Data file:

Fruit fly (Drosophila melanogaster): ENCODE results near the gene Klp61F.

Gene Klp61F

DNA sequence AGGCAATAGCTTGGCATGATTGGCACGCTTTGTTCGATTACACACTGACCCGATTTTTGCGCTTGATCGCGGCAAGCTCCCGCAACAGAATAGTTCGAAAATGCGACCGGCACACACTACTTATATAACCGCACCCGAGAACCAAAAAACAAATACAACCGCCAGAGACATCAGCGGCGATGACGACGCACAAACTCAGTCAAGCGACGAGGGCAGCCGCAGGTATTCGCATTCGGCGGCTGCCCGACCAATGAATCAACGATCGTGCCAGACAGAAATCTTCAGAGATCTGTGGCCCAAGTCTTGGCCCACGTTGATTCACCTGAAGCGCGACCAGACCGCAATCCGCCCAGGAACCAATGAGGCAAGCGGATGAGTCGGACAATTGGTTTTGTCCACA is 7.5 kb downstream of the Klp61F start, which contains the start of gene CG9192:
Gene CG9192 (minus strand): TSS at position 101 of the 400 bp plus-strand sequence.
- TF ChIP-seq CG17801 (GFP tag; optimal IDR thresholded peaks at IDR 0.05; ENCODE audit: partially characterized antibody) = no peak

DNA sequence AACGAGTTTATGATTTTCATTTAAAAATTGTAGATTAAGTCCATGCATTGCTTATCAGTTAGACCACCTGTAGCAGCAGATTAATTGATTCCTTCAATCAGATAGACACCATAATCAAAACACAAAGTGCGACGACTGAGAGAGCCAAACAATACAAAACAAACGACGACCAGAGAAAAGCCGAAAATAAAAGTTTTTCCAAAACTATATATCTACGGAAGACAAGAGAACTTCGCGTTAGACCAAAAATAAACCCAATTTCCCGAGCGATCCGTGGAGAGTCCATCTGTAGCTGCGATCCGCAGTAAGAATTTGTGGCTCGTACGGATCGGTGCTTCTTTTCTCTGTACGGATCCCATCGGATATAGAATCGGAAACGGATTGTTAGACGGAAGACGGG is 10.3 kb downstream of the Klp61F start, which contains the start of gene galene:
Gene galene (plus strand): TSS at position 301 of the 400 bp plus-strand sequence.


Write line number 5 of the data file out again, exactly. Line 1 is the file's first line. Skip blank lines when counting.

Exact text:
- TF ChIP-seq CG17801 (GFP tag; optimal IDR thresholded peaks at IDR 0.05; ENCODE audit: partially characterized antibody) = no peak